Examine an embodiment of the present solution by means of signal diagram 5. The diagram comprises blocks 510, 520, 530, 540, which all comprise a common horizontal axis 550 representing time. The unit of the horizontal axis 550 is a time unit, such as a microsecond, but the described scaling of the axis 550 per se is only suggestive. Block 510 shows an amplification curve of the power amplifier 420, block 520 shows a weighting curve to be applied to the signal 412, block 530 shows the weighted signal 412, and block 540 shows the effective value of the signal 422. The examination comprises three time periods 554, 556 and 558, period 554 being the first active period, period 556 being the second active period and period 558 being a guard period. Period 560 is a transition period during which the weighting in accordance with the presented solution takes place. During the active periods 554, 556, the signal 422 transmitted by the transmitter 400 has to meet the criteria established by the radio system that are determined e.g. by transmission powers or the compatibility of the wave form of a transmitted signal with a reference wave form. The latter is applied when error vector magnitude (EVM) is determined. In this example, the transmitter 400 transmits the signal in both active periods 554, 556, but a situation is also possible wherein transmission takes place during only one active period. As far as the present solution is concerned, however, the interesting point is the transition to the second active period 556. The guard period 558 may be e.g. a guard period specified by a radio system standard, during which the power of a transmitter is adjusted from one level to another. Typically, power must be controlled during the guard period 558 in accordance with a specific power window provided in the standard. The guard period 558 may be e.g. the 50 μs in accordance with the WCDMA standard, but the present solution also enables a considerably shorter duration for the guard period 558. FIG. 5 shows by way of example a weighting curve 524 possibly used during the guard period 558, a weighted signal 534 and the effective value 554 of the amplified signal 422, but the curves disclosed herein are irrelevant to the present solution.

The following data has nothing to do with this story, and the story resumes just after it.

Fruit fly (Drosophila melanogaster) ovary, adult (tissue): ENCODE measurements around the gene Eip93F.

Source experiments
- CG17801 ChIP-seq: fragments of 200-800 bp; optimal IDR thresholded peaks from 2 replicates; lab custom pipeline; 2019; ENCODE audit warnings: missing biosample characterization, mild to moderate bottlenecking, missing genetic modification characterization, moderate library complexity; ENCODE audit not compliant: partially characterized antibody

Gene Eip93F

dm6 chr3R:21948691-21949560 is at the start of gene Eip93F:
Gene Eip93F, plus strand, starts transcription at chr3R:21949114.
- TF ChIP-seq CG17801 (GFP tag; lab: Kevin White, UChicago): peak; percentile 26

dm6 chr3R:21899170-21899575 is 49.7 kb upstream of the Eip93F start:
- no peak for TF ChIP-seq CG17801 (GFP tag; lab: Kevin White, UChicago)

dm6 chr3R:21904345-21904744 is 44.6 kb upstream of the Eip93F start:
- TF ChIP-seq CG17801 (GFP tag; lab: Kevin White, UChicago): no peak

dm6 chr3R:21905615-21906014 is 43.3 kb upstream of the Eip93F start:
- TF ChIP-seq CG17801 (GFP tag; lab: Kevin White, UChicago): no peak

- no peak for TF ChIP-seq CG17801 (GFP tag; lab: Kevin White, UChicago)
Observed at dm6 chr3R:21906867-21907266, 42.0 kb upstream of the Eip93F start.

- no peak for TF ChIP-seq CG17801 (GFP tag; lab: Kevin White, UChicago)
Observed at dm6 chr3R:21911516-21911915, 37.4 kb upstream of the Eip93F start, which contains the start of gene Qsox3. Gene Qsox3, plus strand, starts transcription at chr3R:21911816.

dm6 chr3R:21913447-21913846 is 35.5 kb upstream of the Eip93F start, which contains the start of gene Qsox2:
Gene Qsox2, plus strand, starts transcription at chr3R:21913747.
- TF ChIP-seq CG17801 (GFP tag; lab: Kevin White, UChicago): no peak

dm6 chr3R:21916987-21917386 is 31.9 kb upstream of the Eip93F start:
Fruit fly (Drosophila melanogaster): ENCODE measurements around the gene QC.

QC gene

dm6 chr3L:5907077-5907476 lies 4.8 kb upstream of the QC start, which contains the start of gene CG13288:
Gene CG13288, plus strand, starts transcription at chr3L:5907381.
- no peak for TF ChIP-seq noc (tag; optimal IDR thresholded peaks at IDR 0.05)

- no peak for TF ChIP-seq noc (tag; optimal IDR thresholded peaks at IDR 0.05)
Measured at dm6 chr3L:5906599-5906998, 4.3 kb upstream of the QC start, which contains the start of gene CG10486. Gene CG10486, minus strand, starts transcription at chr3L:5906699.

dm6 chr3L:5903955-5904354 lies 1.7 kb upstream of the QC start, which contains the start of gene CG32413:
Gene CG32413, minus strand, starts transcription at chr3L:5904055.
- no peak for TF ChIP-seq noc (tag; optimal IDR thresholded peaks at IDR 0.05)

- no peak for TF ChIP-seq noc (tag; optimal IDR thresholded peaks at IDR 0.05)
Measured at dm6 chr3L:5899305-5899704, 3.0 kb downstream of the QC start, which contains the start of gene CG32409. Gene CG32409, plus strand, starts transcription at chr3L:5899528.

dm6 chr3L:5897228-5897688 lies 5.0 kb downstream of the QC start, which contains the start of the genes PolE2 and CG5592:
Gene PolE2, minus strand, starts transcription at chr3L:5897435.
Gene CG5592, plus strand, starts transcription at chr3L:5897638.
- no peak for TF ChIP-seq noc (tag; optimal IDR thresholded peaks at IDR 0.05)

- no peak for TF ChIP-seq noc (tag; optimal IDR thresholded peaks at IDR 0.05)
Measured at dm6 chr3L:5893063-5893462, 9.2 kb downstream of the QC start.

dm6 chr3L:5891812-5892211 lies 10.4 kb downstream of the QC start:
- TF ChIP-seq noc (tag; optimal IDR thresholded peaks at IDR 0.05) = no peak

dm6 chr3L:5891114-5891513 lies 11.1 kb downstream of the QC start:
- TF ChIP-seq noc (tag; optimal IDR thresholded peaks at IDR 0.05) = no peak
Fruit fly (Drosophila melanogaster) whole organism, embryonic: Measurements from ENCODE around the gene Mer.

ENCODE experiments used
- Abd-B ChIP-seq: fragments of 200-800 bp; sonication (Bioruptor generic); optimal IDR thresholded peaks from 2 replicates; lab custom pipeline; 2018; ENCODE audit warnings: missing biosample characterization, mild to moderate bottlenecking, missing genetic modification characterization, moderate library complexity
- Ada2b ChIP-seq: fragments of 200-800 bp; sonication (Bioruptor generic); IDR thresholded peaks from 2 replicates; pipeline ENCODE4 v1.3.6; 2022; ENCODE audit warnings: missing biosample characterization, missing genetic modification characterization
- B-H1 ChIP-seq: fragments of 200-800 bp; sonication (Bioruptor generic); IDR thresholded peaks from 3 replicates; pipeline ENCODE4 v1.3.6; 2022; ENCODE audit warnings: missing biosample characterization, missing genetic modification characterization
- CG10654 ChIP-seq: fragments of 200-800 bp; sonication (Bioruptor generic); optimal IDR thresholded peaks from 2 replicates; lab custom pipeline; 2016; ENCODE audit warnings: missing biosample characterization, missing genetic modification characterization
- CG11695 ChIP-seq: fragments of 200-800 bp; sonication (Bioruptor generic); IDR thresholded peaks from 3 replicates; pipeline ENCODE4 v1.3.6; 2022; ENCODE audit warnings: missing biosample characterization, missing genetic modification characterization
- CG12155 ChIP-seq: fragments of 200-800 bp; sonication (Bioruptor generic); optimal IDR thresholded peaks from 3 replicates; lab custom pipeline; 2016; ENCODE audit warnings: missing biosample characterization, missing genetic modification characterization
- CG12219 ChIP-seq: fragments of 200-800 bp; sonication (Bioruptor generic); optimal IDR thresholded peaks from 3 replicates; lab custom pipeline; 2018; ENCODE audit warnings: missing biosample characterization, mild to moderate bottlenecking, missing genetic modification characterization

First, examine blocks 510 and 540. Block 510 shows the power amplifier 420 gain during the shown time periods 554, 556, 558, 560. Block 540, in turn, shows the effective value 542 of the signal 422 in the first active period and the effective value 546 in the second active period 556 in a situation wherein the present solution has been applied. In this example, the power source 440 receives a power control command 448 to change the operating voltage 450 of the power amplifier 420, which results in the amplification of the power amplifier 420 changing from a value 512 to a value 518. In an ideal situation, a change in the effective value of the amplified signal 442 of the amplifier 400 is similar to that shown in block 540, in which case the effective value of the signal 422, immediately after the guard period 558 is over, settles within a predetermined value range confined by values 544 a and 544 b. The value range is determined e.g. by the standard of the radio system used and the magnitude of power change. For example, a 21 dB change in power allows for a 6 dB power deviation from a desired power value. It is to be noted that the standard of the radio system used may also comprise indirect criteria related e.g. to measuring modulation quality. In such a case, the value range 544 a, 544 b can be provided with stricter conditions at the beginning of the active period 556.